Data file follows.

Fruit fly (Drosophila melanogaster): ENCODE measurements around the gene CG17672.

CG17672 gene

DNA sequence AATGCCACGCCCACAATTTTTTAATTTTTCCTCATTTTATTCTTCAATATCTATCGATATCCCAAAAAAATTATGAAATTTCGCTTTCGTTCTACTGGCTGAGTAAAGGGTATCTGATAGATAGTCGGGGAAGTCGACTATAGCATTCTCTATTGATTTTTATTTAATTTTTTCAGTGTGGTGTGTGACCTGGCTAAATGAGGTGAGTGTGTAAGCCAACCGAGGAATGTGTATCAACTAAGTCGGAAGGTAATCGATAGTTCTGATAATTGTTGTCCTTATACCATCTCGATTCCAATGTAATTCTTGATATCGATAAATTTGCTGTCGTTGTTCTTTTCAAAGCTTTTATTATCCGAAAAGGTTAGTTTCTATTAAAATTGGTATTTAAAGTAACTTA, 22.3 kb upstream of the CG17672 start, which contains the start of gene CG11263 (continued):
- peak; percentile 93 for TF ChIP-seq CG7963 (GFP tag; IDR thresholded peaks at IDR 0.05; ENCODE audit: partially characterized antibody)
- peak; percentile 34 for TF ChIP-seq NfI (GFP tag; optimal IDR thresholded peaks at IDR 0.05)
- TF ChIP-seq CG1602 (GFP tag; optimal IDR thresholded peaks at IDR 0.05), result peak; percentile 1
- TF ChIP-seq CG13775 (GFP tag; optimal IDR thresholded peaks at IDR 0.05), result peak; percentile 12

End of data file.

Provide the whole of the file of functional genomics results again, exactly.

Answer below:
Fruit fly (Drosophila melanogaster): ENCODE measurements around the gene CG17672.

CG17672 gene

DNA sequence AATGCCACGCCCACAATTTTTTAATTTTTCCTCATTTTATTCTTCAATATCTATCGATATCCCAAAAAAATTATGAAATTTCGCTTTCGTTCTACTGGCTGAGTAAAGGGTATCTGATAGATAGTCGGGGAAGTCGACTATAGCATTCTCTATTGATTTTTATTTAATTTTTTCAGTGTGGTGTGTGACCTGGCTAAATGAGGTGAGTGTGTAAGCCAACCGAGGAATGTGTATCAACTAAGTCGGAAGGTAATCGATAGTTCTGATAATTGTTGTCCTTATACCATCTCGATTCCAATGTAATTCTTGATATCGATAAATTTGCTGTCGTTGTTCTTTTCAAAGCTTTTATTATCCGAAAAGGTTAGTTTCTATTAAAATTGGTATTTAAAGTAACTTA, 22.3 kb upstream of the CG17672 start, which contains the start of gene CG11263 (continued):
- peak; percentile 93 for TF ChIP-seq CG7963 (GFP tag; IDR thresholded peaks at IDR 0.05; ENCODE audit: partially characterized antibody)
- peak; percentile 34 for TF ChIP-seq NfI (GFP tag; optimal IDR thresholded peaks at IDR 0.05)
- TF ChIP-seq CG1602 (GFP tag; optimal IDR thresholded peaks at IDR 0.05), result peak; percentile 1
- TF ChIP-seq CG13775 (GFP tag; optimal IDR thresholded peaks at IDR 0.05), result peak; percentile 12